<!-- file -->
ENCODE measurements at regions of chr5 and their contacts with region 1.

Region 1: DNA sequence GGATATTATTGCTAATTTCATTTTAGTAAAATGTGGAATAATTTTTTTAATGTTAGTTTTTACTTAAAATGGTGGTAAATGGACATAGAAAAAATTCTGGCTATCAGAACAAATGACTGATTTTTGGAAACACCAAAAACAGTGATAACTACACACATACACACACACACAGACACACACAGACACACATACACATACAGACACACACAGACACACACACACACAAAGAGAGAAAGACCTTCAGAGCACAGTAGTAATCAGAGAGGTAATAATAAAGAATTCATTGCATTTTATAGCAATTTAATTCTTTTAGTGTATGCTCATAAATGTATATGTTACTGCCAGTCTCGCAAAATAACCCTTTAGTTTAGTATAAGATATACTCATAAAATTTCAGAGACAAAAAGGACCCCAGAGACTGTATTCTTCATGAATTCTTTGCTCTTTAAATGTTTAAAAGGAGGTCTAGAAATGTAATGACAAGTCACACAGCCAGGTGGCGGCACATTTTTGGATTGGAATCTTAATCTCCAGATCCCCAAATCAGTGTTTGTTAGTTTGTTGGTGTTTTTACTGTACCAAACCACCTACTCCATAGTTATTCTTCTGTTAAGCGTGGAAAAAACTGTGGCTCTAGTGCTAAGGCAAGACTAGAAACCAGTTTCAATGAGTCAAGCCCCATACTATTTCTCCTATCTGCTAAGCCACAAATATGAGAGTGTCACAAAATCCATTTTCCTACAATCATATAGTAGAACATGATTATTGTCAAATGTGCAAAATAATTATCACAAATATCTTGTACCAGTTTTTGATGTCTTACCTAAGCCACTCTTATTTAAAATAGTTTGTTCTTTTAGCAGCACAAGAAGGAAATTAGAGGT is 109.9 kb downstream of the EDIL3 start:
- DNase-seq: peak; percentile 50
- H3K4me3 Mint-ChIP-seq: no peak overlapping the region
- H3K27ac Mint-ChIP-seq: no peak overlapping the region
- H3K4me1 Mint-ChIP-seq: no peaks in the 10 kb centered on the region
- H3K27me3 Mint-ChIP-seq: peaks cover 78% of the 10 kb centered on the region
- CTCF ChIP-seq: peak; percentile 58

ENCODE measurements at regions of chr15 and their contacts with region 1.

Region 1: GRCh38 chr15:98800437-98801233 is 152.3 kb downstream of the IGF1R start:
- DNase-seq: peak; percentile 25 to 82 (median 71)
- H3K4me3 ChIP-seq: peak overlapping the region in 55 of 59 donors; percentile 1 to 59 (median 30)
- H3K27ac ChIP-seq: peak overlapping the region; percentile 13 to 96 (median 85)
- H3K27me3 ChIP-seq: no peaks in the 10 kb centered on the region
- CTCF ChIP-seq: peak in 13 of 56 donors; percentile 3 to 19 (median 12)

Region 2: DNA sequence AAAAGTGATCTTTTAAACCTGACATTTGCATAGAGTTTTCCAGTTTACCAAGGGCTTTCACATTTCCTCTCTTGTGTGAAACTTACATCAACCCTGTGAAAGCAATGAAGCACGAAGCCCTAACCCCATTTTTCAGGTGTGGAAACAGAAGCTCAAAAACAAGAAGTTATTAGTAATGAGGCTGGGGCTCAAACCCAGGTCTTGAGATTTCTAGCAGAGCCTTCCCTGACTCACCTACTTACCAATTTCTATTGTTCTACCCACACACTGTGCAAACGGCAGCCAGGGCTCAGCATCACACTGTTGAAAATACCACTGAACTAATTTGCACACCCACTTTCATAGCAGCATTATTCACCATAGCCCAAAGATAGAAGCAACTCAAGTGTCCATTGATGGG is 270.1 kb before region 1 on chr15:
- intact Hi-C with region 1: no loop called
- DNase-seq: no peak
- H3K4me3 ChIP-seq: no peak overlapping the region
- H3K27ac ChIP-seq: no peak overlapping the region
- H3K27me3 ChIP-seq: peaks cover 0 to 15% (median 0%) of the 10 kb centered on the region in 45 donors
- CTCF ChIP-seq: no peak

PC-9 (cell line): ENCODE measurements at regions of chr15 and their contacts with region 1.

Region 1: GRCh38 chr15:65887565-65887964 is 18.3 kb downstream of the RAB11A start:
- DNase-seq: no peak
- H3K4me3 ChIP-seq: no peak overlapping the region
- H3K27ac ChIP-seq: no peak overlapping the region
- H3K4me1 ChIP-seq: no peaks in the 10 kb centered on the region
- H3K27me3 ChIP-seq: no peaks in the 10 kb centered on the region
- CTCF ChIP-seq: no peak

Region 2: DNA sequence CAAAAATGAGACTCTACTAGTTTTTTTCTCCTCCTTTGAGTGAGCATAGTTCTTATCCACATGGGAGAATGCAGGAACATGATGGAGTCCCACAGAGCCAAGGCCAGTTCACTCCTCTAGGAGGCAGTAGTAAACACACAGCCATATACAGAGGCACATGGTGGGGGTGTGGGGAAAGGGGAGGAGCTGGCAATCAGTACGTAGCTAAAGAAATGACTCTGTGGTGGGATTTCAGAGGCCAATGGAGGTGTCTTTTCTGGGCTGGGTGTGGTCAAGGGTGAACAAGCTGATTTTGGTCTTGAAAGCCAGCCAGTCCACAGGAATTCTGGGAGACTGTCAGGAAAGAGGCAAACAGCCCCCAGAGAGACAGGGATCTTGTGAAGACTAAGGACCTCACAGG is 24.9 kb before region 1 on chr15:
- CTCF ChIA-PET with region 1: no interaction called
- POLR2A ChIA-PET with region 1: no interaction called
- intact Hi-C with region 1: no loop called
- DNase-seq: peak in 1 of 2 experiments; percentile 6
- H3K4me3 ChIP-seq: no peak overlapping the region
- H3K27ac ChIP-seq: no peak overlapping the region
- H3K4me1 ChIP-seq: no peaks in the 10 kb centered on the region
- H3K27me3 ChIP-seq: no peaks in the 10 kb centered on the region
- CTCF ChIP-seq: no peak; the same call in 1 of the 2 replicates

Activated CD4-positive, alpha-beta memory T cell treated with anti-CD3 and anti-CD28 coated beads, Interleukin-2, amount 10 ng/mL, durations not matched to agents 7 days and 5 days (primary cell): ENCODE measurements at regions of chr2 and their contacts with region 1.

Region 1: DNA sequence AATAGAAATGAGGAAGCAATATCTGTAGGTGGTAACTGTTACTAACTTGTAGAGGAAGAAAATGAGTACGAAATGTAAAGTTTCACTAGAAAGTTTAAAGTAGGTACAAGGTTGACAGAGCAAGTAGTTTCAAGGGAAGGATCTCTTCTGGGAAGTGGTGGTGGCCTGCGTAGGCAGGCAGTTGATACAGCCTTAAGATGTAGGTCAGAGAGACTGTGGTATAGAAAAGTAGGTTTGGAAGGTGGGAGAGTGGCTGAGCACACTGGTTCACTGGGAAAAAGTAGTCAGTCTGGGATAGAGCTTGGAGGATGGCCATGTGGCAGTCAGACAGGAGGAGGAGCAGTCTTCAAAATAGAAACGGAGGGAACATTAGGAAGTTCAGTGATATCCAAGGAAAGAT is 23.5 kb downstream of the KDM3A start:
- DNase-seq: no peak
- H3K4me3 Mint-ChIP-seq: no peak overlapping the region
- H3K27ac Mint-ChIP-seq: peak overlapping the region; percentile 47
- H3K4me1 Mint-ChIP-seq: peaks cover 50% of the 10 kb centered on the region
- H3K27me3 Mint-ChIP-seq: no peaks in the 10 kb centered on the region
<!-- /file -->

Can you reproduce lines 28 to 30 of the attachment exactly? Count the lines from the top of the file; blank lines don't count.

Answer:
- H3K4me1 ChIP-seq: no peaks in the 10 kb centered on the region
- H3K27me3 ChIP-seq: no peaks in the 10 kb centered on the region
- CTCF ChIP-seq: no peak